The number of honey bees worldwide has fallen sharply in recent years, but the causes are still largely unknown. Today, the U.K. government announced it will spend £10 million over 5 years to find out more about why the bees, and other pollinators such as butterflies and moths, are disappearing.
The U.K.’s Department for Environment, Food and Rural Affairs (DEFRA) estimates that over the past 2 years, British bee numbers have fallen by 10% to 15%. According to a 2008 report funded by the department’s National Bee Unit, the number of honey bee colonies fell by 25.9% in 2008, an even more dramatic loss than the 11.7% decline documented in 2007. But numbers for other species are scarce. “We have no hard data about the total amount of decline [across all pollinator species],” says Richard Pywell, an ecologist from the U.K. Natural Environment Research Council (NERC). “We hope the initiative will look at this.”
Bees and pollinator insects are vital for the pollination of many crops, including strawberries, tomatoes, apples, and legumes—crops estimated to be worth £200 million a year to the U.K. agricultural economy. A further drop in pollinator numbers would mean these crops will become more difficult to grow, which could lead to food shortages and price hikes. Without the pollinators, “the state of our countryside would change entirely,” says Pywell.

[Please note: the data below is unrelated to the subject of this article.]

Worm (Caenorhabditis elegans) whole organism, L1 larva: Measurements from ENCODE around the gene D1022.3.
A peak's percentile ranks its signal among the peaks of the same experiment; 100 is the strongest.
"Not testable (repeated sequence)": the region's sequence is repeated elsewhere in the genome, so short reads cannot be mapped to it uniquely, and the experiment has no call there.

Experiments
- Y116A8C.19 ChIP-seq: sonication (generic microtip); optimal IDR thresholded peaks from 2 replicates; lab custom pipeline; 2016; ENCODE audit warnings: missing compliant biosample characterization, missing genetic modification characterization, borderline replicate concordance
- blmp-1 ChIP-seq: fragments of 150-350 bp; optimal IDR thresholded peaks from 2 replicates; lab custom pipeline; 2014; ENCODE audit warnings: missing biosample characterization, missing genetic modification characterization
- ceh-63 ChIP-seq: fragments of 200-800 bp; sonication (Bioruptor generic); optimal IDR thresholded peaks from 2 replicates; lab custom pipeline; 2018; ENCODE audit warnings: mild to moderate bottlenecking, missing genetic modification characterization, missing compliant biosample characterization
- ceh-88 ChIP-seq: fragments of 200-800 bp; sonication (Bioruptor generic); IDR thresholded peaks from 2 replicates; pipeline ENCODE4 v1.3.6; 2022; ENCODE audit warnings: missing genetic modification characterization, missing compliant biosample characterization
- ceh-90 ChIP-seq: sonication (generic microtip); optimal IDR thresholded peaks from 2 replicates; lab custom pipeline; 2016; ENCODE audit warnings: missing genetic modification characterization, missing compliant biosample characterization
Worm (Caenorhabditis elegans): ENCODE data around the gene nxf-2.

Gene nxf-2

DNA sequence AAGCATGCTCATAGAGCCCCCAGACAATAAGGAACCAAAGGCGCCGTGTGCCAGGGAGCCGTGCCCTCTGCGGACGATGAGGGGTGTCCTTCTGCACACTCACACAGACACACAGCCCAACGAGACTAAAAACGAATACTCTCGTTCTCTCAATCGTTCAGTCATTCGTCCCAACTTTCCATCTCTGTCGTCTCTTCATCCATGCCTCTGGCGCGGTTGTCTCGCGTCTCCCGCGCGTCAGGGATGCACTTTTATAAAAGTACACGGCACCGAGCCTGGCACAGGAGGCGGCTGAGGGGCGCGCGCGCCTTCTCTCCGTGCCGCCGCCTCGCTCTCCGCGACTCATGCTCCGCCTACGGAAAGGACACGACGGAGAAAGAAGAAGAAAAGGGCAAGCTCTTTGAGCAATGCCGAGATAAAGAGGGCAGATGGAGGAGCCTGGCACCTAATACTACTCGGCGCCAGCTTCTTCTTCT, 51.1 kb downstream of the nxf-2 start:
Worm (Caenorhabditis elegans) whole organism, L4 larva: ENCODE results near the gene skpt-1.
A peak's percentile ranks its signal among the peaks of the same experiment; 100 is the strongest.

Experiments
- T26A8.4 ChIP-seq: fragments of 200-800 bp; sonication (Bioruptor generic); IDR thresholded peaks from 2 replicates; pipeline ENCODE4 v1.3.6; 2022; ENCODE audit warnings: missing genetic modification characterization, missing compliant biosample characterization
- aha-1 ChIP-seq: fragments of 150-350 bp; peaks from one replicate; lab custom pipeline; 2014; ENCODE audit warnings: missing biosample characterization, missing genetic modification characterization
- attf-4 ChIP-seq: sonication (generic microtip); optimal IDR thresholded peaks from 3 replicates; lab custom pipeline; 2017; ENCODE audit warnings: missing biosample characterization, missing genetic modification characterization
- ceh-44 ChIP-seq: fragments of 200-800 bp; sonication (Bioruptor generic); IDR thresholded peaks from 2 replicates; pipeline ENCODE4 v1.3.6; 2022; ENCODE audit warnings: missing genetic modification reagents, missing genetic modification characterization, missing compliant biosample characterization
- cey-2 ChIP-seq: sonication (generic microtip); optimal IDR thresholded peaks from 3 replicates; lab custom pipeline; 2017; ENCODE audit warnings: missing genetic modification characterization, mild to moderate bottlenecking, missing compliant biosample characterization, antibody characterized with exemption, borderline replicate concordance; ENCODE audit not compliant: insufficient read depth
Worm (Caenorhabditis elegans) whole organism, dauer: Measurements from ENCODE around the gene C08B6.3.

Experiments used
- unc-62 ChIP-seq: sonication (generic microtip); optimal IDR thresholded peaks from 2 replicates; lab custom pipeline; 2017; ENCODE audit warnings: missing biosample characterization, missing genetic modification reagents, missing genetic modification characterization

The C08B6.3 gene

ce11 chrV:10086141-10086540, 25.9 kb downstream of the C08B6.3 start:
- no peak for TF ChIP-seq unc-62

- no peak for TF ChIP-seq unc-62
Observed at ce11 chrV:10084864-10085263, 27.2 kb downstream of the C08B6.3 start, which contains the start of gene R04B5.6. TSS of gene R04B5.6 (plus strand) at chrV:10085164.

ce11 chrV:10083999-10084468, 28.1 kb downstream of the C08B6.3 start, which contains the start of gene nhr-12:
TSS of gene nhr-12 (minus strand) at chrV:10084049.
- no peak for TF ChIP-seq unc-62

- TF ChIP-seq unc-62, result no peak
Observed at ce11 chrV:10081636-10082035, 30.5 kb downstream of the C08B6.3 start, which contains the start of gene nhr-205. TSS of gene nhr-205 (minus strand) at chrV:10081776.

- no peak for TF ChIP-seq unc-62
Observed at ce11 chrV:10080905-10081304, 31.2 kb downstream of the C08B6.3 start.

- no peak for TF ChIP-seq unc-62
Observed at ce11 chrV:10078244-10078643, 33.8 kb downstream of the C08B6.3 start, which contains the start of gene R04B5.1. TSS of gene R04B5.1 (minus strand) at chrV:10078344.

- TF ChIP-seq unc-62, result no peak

Many bee species are now threatened with extinction, including the great yellow bumblebee (Bombus distinguendus) and the large garden bumblebee (Bombus ruderatus). These are now listed as protected species under the U.K.’s Biodiversity Action Plan—a government-run effort to conserve the country’s species and habitats.
The bee decline could be caused by a range of factors, says Pywell, largely habitat loss. Other possible factors at play include climate change, disease, or even chemicals in the environment. “It may be a combination of these factors working together,” he speculates, and this synergy could be producing a steeper decline in pollinator numbers than if each factor acted alone.
The new U.K. initiative aims to develop and encourage interdisciplinary research teams to monitor the decline, and to quantify and understand what's causing it, said Pywell. Ultimately, the initiative hopes to lead to policies and cost-effective solutions to stop numbers from falling further. Pywell also believes that the U.K. initiative will help inform researchers around the world who are also fighting the drop in numbers.
The initiative includes funding from multiple research bodies across the United Kingdom, including DEFRA, NERC, The Wellcome Trust, and the Biotechnology and Biological Sciences Research Council.
Science article on colony collapse disorder in honey bees
Science article on NRC report on decline in North American pollinators
Photo: Stephen Ausmus, USDA